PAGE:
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204-206 Wasserman Block

My mind’s eye isn’t necessarily sharper than yours. I just wish that it worked more reliably; more predictably. Perhaps I should be grateful that it functions at all.

In the reverse “domino theory” of Agincourt, every consequence seems to require a cause. Case in point has been the necessity of establishing a backstory for young Anson Tennant, the circumstances the brought him to compete for Agincourt’s new public library in 1914: the dollhouse for his sister’s Christmas of 1905; the addition to the family home in 1908; studying architecture in Chicago during 1909-1912; returning to open his own office that year and offer his services to the region. Those and other small steps helped me understand what the trajectory of his career might have been. It’s that most difficult task for the Communist historian: predicting the past.

One of this steps was the design of his studio-office in the Wasserman Block (told here before) and the first artifact was “Als ik kan,” the stained glass window that came from the fertile imagination of Mr Dan Salyards. That spectacularly successful artifact won a prize at the Minnesota State Fair and will soon find its home in a dutch door that could be crafted by Mr Brad Rutter. I have consistently depended upon the creativity of others.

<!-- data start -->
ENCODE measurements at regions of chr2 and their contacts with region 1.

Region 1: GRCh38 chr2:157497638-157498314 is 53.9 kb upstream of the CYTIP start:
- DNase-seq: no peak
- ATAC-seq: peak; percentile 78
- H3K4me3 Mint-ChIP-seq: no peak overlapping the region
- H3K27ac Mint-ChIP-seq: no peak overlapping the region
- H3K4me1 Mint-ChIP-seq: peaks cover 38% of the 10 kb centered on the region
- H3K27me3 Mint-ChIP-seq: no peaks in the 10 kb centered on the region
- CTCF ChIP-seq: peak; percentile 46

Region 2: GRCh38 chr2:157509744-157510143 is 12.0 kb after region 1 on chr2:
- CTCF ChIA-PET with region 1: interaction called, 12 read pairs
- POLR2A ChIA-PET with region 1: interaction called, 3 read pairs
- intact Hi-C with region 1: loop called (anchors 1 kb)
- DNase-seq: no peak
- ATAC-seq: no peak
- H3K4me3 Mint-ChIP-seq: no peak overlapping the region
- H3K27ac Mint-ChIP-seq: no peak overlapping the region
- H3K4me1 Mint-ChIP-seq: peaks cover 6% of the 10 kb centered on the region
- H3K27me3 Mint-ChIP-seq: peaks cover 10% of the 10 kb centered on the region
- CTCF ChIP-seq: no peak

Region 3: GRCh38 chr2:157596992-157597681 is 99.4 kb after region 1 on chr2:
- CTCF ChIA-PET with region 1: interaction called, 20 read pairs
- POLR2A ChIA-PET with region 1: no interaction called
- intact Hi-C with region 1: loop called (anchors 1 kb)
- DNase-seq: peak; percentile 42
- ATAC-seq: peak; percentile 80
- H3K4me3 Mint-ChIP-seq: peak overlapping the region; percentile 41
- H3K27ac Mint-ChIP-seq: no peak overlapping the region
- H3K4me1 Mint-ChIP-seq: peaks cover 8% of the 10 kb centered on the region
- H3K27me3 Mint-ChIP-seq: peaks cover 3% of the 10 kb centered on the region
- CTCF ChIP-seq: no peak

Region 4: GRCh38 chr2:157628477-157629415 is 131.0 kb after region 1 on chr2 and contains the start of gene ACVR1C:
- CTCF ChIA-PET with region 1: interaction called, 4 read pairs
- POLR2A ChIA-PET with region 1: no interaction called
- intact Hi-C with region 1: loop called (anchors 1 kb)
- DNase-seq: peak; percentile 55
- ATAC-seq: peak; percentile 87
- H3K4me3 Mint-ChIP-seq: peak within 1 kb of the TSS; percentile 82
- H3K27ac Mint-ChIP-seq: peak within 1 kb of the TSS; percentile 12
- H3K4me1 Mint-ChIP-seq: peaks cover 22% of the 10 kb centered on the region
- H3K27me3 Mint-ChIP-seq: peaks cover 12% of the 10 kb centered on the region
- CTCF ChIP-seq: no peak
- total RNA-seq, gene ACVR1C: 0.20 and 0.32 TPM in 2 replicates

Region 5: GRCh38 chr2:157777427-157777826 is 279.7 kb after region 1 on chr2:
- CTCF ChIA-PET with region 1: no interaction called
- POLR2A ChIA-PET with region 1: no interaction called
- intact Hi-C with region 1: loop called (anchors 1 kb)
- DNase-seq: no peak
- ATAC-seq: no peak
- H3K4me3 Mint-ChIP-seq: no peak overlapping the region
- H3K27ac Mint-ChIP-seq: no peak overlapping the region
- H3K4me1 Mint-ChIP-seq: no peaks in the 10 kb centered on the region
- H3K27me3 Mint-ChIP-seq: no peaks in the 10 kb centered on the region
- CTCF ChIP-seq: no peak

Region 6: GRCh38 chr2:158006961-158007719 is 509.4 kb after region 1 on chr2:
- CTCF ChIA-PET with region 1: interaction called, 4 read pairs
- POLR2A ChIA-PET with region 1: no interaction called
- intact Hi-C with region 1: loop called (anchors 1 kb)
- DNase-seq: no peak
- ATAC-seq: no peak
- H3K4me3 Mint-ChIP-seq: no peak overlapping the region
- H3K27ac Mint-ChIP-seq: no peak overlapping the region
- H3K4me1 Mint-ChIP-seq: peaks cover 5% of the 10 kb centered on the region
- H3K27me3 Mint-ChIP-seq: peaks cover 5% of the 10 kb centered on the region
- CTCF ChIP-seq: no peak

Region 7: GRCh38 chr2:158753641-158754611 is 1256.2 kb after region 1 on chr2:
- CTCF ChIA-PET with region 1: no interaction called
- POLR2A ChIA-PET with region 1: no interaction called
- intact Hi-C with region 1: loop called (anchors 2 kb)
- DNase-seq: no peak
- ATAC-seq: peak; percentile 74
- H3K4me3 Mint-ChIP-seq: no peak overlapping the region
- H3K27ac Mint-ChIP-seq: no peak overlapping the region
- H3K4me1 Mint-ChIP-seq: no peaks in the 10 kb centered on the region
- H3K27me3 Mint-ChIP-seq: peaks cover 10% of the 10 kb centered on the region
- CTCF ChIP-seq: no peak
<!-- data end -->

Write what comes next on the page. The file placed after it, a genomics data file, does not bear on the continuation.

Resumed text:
That door became Anson’s professional face to the world, a direct expression of his emerging aesthetic and the preface to his first important work, the Agincourt Public Library. But while that door offered symbolic access to Tennant’s design point-of-view—to his mind’s eye—it also provided access to his studio-apartment. So today I spoke with a talented young man who’s actually volunteered to render aspects of the project for our next exhibition this fall. He spoke about his own storyline (which I thoroughly admire) but we also discussed this notion of when Anson’s office might look like. I’ve already described it in some of the earliest entries here. Now I’m happy to report that our new collaborator has agreed to take this project on: When you passed Tennant’s partially-open dutch door and glanced inside, what would you have seen? I think I’ve seen it in my mind’s eye.

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By the way, these aren’t it, but they’re helping to bracket what I do see.

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